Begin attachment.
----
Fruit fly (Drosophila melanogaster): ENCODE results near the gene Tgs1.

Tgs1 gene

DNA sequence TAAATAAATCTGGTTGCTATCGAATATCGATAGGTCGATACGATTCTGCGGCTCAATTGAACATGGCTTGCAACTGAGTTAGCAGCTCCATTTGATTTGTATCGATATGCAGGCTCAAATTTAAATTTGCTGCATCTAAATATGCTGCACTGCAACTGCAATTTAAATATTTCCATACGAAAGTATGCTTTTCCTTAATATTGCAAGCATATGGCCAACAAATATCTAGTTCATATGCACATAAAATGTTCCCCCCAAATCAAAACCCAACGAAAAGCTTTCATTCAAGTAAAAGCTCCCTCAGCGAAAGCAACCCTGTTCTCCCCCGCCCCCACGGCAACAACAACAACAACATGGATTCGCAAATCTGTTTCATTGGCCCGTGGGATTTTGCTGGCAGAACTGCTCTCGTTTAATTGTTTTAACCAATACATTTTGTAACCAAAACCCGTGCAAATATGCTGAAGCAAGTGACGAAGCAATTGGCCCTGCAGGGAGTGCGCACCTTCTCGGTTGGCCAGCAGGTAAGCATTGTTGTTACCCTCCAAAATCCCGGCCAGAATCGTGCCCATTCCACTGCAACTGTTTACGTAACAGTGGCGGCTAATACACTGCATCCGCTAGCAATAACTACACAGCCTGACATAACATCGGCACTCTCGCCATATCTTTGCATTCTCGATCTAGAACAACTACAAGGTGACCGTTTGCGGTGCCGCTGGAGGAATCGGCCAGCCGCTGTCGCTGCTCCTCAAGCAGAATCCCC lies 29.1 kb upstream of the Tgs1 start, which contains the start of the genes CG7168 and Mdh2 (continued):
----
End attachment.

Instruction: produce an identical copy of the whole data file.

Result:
Fruit fly (Drosophila melanogaster): ENCODE results near the gene Tgs1.

Tgs1 gene

DNA sequence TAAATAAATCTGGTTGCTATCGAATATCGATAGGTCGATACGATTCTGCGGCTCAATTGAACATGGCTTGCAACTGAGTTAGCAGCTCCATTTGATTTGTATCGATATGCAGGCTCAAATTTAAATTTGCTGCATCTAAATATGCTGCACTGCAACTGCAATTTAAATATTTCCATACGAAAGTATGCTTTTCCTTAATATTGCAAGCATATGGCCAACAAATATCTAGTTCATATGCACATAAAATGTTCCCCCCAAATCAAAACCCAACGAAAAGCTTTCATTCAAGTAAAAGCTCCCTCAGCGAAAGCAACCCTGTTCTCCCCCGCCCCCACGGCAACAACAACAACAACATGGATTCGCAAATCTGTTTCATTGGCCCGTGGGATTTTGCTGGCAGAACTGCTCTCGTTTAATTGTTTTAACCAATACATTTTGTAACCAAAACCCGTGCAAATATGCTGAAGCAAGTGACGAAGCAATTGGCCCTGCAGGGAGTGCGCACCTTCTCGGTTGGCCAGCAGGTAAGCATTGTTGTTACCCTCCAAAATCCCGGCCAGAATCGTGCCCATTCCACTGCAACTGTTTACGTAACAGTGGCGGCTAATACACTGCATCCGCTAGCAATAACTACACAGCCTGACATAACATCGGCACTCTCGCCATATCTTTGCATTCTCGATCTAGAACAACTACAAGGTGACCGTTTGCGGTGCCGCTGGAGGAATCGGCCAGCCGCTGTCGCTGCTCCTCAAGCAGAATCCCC lies 29.1 kb upstream of the Tgs1 start, which contains the start of the genes CG7168 and Mdh2 (continued):